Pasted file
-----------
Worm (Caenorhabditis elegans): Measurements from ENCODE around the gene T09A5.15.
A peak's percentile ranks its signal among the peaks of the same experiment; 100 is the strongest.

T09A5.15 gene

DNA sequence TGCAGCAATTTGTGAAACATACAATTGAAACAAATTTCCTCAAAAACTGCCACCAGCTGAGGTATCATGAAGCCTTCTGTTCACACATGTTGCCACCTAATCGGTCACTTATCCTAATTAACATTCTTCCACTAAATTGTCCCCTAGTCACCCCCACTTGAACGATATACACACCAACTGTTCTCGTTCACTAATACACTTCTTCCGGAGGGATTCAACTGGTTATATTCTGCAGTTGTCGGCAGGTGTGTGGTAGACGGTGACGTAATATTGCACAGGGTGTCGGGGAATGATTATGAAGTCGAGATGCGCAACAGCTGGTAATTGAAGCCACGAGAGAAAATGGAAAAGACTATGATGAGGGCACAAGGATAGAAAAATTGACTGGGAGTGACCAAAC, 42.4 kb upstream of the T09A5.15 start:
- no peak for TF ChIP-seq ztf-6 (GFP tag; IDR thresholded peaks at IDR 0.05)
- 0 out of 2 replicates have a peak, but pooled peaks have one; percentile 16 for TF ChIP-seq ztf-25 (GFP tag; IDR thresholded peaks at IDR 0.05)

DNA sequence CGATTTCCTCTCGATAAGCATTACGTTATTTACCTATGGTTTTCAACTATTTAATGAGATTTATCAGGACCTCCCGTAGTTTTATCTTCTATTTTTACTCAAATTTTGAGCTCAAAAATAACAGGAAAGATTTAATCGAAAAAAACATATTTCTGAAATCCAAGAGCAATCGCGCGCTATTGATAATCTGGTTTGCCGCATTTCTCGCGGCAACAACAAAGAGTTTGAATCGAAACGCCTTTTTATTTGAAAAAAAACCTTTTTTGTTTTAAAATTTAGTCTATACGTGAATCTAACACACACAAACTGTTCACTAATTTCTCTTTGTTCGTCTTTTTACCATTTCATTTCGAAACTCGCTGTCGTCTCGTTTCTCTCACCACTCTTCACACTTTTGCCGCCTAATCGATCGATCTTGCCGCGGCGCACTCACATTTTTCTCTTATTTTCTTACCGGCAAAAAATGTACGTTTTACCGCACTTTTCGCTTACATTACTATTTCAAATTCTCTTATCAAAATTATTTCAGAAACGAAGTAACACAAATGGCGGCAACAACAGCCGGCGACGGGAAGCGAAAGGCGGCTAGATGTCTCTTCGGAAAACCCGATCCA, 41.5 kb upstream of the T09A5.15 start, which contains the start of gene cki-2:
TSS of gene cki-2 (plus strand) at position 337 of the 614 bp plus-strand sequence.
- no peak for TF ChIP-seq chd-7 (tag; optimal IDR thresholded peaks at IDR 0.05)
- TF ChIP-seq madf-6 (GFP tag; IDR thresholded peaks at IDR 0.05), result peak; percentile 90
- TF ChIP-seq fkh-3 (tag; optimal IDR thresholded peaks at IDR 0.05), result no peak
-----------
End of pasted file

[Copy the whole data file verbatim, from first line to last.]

Worm (Caenorhabditis elegans): Measurements from ENCODE around the gene T09A5.15.
A peak's percentile ranks its signal among the peaks of the same experiment; 100 is the strongest.

T09A5.15 gene

DNA sequence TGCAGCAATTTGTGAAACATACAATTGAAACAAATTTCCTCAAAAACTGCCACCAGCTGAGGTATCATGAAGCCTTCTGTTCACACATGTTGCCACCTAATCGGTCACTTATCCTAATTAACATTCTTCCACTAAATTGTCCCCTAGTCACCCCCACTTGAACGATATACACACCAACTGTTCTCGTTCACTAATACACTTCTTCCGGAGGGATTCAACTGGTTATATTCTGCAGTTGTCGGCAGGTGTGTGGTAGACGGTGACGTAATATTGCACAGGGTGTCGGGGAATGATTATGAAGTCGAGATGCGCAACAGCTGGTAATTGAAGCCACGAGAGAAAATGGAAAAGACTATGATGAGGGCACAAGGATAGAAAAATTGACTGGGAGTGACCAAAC, 42.4 kb upstream of the T09A5.15 start:
- no peak for TF ChIP-seq ztf-6 (GFP tag; IDR thresholded peaks at IDR 0.05)
- 0 out of 2 replicates have a peak, but pooled peaks have one; percentile 16 for TF ChIP-seq ztf-25 (GFP tag; IDR thresholded peaks at IDR 0.05)

DNA sequence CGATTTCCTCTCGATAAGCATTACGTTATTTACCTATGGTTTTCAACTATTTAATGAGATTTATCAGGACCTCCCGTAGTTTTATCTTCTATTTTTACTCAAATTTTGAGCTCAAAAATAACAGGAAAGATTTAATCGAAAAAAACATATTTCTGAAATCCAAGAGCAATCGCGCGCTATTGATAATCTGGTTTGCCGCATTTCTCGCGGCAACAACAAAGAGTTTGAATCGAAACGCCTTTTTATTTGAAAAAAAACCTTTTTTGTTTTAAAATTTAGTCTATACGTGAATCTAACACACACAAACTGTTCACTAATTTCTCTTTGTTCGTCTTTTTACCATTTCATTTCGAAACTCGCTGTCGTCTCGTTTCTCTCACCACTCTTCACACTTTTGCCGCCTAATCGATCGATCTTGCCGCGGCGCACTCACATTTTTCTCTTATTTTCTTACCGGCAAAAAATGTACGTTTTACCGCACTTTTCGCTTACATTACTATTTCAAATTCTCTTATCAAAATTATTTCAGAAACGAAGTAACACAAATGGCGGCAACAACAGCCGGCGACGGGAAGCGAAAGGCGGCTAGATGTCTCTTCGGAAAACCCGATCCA, 41.5 kb upstream of the T09A5.15 start, which contains the start of gene cki-2:
TSS of gene cki-2 (plus strand) at position 337 of the 614 bp plus-strand sequence.
- no peak for TF ChIP-seq chd-7 (tag; optimal IDR thresholded peaks at IDR 0.05)
- TF ChIP-seq madf-6 (GFP tag; IDR thresholded peaks at IDR 0.05), result peak; percentile 90
- TF ChIP-seq fkh-3 (tag; optimal IDR thresholded peaks at IDR 0.05), result no peak